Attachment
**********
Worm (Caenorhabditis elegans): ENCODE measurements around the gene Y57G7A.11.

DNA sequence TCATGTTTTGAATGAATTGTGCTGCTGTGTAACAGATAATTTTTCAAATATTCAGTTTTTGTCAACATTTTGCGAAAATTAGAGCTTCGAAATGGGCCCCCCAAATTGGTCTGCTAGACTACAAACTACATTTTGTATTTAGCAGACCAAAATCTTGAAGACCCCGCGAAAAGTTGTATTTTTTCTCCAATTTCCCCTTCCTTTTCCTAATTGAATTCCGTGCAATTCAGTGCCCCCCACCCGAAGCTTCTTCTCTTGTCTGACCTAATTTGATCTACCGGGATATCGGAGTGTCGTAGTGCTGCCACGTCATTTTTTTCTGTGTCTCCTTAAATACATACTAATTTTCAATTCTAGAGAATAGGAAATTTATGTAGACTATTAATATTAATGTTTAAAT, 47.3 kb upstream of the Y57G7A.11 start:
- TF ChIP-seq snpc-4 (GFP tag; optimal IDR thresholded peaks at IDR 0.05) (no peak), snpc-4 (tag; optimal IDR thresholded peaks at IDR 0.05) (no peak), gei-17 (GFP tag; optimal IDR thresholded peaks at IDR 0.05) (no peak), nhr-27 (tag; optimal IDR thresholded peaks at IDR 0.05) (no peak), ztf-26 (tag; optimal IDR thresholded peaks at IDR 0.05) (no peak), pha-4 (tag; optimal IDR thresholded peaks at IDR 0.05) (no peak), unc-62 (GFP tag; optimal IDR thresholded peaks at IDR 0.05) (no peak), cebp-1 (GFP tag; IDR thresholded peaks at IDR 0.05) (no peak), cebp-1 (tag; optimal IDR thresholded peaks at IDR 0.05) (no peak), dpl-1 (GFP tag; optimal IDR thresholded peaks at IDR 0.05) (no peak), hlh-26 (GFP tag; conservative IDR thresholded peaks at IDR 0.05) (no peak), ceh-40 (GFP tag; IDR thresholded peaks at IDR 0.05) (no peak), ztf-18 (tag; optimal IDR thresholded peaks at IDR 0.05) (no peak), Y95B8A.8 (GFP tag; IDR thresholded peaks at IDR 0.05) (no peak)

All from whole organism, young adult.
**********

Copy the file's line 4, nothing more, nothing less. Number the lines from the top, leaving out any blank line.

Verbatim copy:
All from whole organism, young adult.